We only have 12 years left to reduce global warming levels.  A zero-waste approach is one of the fastest, cheapest, and most effective solutions to reduce emissions while accelerating the transition to a circular economy.

The IPPC Global Warming Special Report of 2018 emphasizes the urgency of significantly reducing pollutants in the coming years to avoid the 1.5˚ climate overshoot by 2030. In 2014, landfills already accounted for roughly 18.2% of methane emissions globally, and their proliferation in developing economies has surely increased emissions significantly since. The need for better-managed waste disposal and landfill operations is critical to limiting the overshoot.

UBQ’s Advanced Waste Conversion Technology (AWCT) is potentially an important global warming mitigation tool that avoids, other landfill-sourced GHG emissions, in addition to methane. These include the short-lived climate pollutants (SLCPs) of methane (CH4), tropospheric ozone (O3) and Hydrofluorocarbons (HFCs) as primary by-products of waste decomposition along with the black carbon (BC) produced from landfill incineration.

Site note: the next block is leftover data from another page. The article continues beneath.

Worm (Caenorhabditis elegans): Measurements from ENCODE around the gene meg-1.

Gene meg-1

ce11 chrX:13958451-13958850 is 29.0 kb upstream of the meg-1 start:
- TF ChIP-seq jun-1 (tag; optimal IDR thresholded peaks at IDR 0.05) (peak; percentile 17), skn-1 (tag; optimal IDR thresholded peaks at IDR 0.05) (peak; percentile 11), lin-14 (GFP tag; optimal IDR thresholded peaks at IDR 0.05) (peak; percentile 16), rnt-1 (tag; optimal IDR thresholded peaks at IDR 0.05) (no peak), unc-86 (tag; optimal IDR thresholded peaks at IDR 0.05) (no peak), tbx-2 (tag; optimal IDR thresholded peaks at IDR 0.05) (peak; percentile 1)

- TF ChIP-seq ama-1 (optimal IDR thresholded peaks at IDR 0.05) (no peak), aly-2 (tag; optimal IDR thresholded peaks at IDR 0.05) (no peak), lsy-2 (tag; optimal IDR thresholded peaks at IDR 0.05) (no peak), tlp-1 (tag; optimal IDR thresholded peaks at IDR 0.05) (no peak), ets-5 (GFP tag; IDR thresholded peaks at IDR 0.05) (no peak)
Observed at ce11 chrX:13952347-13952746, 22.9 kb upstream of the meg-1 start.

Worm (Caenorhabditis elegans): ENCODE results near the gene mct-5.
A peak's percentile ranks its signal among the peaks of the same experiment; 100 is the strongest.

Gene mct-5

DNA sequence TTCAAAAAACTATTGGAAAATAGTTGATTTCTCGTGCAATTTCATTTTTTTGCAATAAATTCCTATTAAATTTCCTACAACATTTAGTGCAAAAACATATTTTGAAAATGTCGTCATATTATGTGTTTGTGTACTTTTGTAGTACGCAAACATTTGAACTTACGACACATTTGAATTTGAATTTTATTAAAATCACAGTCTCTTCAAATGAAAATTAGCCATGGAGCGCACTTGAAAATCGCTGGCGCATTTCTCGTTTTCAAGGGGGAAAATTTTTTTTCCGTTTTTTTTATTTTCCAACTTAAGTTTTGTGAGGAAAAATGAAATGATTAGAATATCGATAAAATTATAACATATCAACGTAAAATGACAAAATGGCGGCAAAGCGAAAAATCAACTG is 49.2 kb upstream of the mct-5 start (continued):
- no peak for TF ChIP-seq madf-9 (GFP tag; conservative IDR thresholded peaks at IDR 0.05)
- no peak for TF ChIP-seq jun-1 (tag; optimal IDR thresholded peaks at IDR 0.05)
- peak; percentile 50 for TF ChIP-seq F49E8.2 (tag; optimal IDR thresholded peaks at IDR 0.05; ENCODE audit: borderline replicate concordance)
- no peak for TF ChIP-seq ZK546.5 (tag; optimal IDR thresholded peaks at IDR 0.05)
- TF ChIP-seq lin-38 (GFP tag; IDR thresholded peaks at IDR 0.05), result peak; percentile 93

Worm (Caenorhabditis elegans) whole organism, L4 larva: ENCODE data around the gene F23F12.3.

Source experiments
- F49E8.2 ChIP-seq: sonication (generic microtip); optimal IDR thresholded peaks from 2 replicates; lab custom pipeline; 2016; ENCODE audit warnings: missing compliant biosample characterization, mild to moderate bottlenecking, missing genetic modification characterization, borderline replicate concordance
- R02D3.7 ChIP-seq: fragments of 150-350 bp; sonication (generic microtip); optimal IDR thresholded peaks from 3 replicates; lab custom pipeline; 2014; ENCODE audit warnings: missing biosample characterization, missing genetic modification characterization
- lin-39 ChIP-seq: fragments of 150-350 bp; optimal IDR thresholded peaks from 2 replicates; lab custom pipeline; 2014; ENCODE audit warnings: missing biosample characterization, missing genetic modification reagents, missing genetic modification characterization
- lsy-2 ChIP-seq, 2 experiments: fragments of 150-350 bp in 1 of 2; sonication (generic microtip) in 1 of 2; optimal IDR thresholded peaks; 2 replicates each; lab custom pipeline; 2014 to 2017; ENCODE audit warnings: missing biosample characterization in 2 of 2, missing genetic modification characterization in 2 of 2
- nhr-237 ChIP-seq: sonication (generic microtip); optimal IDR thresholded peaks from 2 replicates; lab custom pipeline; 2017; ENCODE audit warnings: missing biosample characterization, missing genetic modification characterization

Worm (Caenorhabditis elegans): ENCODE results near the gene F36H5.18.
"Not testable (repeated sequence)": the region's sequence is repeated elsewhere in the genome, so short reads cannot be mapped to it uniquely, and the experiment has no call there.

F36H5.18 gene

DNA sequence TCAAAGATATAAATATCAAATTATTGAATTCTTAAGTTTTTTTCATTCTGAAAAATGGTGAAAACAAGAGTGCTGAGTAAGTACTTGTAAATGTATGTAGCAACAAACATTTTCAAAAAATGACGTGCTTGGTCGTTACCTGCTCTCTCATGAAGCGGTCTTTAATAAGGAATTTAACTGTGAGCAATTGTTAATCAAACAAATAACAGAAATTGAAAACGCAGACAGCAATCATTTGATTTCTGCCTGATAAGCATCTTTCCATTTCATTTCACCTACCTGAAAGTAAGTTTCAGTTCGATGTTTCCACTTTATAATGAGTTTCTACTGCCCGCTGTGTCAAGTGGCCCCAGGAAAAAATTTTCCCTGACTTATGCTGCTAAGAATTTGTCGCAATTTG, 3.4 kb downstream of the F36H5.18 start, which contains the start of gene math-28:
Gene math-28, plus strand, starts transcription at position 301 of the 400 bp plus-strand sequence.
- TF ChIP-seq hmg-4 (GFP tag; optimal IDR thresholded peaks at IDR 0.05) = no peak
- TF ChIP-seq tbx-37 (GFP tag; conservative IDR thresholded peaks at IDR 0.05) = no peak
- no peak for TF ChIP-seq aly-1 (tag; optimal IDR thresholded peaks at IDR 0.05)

These pollutants are highly toxic with lifetimes ranging from days for black carbon to weeks for tropospheric ozone and years for methane (in some circumstances over a century). Even with their low presence in the atmosphere compared to CO2, their toxicity levels are highly significant, causing widespread damage to environmental ecosystems, agriculture and public health. And their concentration levels increase along their lifetimes.

The SLCPs’ impact on recent decades’ climate changes is alarming. Black carbon has a warming impact (GWP) on climate that is 460-1,500 times stronger than CO2. It has accelerated the melting rates of the polar ice caps and contributed to the disruption of weather patterns over a very short period of time.